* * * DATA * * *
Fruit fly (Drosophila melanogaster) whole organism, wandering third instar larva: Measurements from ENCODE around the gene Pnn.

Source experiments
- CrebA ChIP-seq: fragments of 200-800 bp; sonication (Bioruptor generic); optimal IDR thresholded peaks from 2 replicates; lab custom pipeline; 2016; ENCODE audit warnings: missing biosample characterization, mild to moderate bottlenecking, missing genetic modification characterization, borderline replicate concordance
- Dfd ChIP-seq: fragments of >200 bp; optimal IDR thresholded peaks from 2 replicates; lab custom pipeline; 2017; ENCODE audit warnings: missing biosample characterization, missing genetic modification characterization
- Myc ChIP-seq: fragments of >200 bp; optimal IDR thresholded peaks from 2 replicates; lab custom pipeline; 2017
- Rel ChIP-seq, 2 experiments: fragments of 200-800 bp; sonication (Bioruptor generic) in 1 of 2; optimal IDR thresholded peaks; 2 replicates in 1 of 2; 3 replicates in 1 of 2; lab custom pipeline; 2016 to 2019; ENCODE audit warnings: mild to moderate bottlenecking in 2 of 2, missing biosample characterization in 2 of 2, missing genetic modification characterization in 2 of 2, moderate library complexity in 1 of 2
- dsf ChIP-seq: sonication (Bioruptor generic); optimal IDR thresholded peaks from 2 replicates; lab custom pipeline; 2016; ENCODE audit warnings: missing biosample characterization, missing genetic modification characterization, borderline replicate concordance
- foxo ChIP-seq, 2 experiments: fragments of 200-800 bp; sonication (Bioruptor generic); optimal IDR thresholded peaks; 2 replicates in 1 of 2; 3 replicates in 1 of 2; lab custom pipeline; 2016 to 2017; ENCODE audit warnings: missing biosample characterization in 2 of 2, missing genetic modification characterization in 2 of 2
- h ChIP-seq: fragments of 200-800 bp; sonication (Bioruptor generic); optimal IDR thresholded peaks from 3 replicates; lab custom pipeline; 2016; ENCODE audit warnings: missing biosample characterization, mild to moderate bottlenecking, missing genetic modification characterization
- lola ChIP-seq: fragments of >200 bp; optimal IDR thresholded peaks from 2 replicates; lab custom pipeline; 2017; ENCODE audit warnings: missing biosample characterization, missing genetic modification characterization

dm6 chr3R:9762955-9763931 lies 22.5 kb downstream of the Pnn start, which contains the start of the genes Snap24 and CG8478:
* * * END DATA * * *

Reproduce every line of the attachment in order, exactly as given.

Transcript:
Fruit fly (Drosophila melanogaster) whole organism, wandering third instar larva: Measurements from ENCODE around the gene Pnn.

Source experiments
- CrebA ChIP-seq: fragments of 200-800 bp; sonication (Bioruptor generic); optimal IDR thresholded peaks from 2 replicates; lab custom pipeline; 2016; ENCODE audit warnings: missing biosample characterization, mild to moderate bottlenecking, missing genetic modification characterization, borderline replicate concordance
- Dfd ChIP-seq: fragments of >200 bp; optimal IDR thresholded peaks from 2 replicates; lab custom pipeline; 2017; ENCODE audit warnings: missing biosample characterization, missing genetic modification characterization
- Myc ChIP-seq: fragments of >200 bp; optimal IDR thresholded peaks from 2 replicates; lab custom pipeline; 2017
- Rel ChIP-seq, 2 experiments: fragments of 200-800 bp; sonication (Bioruptor generic) in 1 of 2; optimal IDR thresholded peaks; 2 replicates in 1 of 2; 3 replicates in 1 of 2; lab custom pipeline; 2016 to 2019; ENCODE audit warnings: mild to moderate bottlenecking in 2 of 2, missing biosample characterization in 2 of 2, missing genetic modification characterization in 2 of 2, moderate library complexity in 1 of 2
- dsf ChIP-seq: sonication (Bioruptor generic); optimal IDR thresholded peaks from 2 replicates; lab custom pipeline; 2016; ENCODE audit warnings: missing biosample characterization, missing genetic modification characterization, borderline replicate concordance
- foxo ChIP-seq, 2 experiments: fragments of 200-800 bp; sonication (Bioruptor generic); optimal IDR thresholded peaks; 2 replicates in 1 of 2; 3 replicates in 1 of 2; lab custom pipeline; 2016 to 2017; ENCODE audit warnings: missing biosample characterization in 2 of 2, missing genetic modification characterization in 2 of 2
- h ChIP-seq: fragments of 200-800 bp; sonication (Bioruptor generic); optimal IDR thresholded peaks from 3 replicates; lab custom pipeline; 2016; ENCODE audit warnings: missing biosample characterization, mild to moderate bottlenecking, missing genetic modification characterization
- lola ChIP-seq: fragments of >200 bp; optimal IDR thresholded peaks from 2 replicates; lab custom pipeline; 2017; ENCODE audit warnings: missing biosample characterization, missing genetic modification characterization

dm6 chr3R:9762955-9763931 lies 22.5 kb downstream of the Pnn start, which contains the start of the genes Snap24 and CG8478: